Having watched it a time or two in the years since that irritation remained although I had long accepted the film for what it was. But it really grates my nerves when I watch Supernova to this day and think of what might have resulted had Walter Hill been left alone to make the film he wanted, or at the very least MGM knew what kind of film it wanted from the very beginning rather than attempt rather ineptly to make it into something it wasn't meant to be in the post-production stage. Hill clearly wanted to make a feature in line with the original Alien, a challenging and terrifying journey into the unknown with grotesque creatures and a talented ensemble cast providing us with a sympathetic buffet of human cannon fodder. The final product retains some of those noble intentions, but since most of the scenes shot by Hill were junked or reshot once his services were no longer required (a fate that had befallen Richard Donner on Superman II when Richard Lester took over filming) it's difficult to surmise where his work ended and the studio's began. The terse dialogue is lean on extraneous exposition and the cast delivers it well, a Walter Hill specialty, and the pace never lags thanks to the efforts of two credited editors (Freeman A. Davies, an editor on several of Hill's features including The Warriors and 48 Hrs., reportedly contributed in this department) who keep the action moving swiftly without permitting a single dull moment to drop in unwarranted. But since much character development and plot clarification was sacrificed to achieve that speedy pacing it also qualifies as a serious detriment to the overall film.
Supernova reminds me of many cheap Alien knock-offs produced in the wake of the first film's success, typically with the involvement of Roger Corman or one of thousands of Italian schlockmeisters. The tone veers drunkenly between thoughtful sci-fi epic and cheapjack exploitation flick. A zero gravity love scene with Spader and Bassett's characters was awkwardly inserted barely a half-hour into the film at Coppola's insistence using digitally manipulated outtakes from a similar scene involving Robin Tunney's sex-crazed crew member and Facinelli's villain-in-charming stud's clothing. This was done obviously to position Spader and Bassett as our romantic leads, but the problem with this is that their floating fuck fest occurs mere minutes after it's established that Bassett's haunted medico harbors severe distrust for Spader's deadpan co-pilot due to his past history with drug abuse. Stick to wine making and nepotism, Francis.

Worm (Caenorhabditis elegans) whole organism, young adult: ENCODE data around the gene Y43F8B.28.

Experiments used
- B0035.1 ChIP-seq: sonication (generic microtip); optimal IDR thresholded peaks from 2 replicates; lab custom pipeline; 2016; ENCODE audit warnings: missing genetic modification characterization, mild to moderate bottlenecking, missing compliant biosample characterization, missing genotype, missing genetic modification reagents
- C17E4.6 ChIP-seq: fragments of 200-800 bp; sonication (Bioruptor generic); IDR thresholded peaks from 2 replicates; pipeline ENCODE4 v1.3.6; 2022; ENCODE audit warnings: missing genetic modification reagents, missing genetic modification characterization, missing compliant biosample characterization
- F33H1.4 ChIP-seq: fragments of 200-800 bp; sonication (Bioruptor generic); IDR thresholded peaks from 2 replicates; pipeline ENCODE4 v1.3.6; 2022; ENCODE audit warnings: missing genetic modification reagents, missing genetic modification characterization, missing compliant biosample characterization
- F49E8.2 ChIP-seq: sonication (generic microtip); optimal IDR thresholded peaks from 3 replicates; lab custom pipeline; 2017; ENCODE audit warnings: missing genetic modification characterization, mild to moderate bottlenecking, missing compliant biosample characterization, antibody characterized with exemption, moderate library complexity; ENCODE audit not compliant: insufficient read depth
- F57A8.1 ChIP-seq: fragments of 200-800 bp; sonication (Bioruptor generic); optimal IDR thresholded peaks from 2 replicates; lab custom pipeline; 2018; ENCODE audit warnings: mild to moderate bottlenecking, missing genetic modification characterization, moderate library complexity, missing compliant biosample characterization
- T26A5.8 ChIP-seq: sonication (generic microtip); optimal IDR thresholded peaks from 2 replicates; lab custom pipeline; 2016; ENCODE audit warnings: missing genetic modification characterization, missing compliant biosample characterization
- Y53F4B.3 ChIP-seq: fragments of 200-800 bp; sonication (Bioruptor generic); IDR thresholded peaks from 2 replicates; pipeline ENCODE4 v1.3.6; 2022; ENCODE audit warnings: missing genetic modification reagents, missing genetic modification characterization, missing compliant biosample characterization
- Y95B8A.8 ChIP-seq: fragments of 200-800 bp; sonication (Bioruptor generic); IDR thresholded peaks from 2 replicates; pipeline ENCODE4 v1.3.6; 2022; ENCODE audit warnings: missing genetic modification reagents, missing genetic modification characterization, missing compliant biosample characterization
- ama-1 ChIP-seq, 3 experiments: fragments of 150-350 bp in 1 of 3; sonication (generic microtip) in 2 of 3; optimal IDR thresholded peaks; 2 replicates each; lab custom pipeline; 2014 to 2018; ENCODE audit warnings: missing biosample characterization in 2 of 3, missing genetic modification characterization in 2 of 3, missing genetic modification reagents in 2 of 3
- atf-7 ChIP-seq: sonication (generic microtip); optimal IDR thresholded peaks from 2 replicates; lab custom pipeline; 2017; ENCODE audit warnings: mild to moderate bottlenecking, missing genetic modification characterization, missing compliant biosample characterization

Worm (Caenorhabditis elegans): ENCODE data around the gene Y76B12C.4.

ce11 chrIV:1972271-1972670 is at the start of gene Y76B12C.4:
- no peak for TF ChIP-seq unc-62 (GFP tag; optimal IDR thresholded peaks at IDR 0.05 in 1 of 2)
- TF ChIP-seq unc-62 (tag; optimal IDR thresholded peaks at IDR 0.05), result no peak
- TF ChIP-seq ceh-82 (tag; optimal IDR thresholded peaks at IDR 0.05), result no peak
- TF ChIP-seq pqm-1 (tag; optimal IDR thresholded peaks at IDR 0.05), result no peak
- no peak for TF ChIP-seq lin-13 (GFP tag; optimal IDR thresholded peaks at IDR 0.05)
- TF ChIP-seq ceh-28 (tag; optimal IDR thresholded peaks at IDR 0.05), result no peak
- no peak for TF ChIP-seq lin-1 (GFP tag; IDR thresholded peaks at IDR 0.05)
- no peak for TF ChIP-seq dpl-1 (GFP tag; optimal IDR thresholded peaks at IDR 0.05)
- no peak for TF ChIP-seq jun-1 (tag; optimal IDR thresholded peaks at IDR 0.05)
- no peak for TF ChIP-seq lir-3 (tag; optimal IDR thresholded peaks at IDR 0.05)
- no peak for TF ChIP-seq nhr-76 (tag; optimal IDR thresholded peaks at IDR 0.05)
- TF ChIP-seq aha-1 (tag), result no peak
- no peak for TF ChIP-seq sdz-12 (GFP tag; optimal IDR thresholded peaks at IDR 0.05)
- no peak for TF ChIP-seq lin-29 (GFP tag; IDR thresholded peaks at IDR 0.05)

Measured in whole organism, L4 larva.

The interiors of the Nightingale are barely distinguishable from countless other sci-fi features, but cinematographer Lloyd Ahern II, who first collaborated with Hill on 1992's Trespass, achieves a queasy intensity through his claustrophobic framing and noirish lighting. Bob Ringwood, a famed costume designer on big-budget studio tentpoles (the first time he went into space was on David Lynch's Dune, another production fabled for its unnecessary complications), lends the uniforms and spacesuits worn a sleek verisimilitude by keeping the designs simple and effective for their purpose. The visual effects were accomplished through a combination of digital trickery and old school model and miniature work supervised by Oscar-winning FX great Mark Stetson. Looking at the texture and detail of the Nightingale exteriors and the lovingly-designed lunar mining colony to which Vanzant makes a perilous second act jaunt made long for the days when CGI didn't overrule the craft and imagination of practical effects.
Spader and Bassett are the true stars of an otherwise forgettable cast that tries so hard with material that starts to fail them before they become fully aware of it happening. Spader in previous untested form as an action hero holds on to a shred of the moral decay that has fueled a few of his best performances in the past and struts through every scene with a confidence that indicates he's usually a few steps ahead of the plot. It falls to Bassett to provide the emotional core of the story since her leading man is usually so ramrod tough that a teardrop could not escape his ducts without becoming vapor, and she does very well while bringing some welcome gutsy attitude and steely intelligence. Forster is nice and commanding as the first captain but he gets little to do before checking out midway into the second reel. Lou Diamond Phillips gets little to do but be sidelined in the testosterone department by Spader and Facinelli's villain but he does what he possibly can with the little he's given, and he gets a nude love scene with Tunney as a nice consolation price. Speaking of Facinelli, the actor who is not without his strengths (check out The Big Kahuna co-starring Kevin Spacey and Danny DeVito for proof of this claim) portrays the film's antagonist Troy as less of a credibly menacing threat and more of a dickish high school jock who wakes up in the morning looking forward to that first shove of a nerd into their locker. As Benj, the brainy tech geek every outer space adventure requires, Wilson Cruz is at his best during his scenes interacting with the ship's motherly central computer Sweetie, thus creating the most plausible and heartfelt relationship in the entire film. Damn it all, their final scene actually brought a lump to my throat. It didn't last though.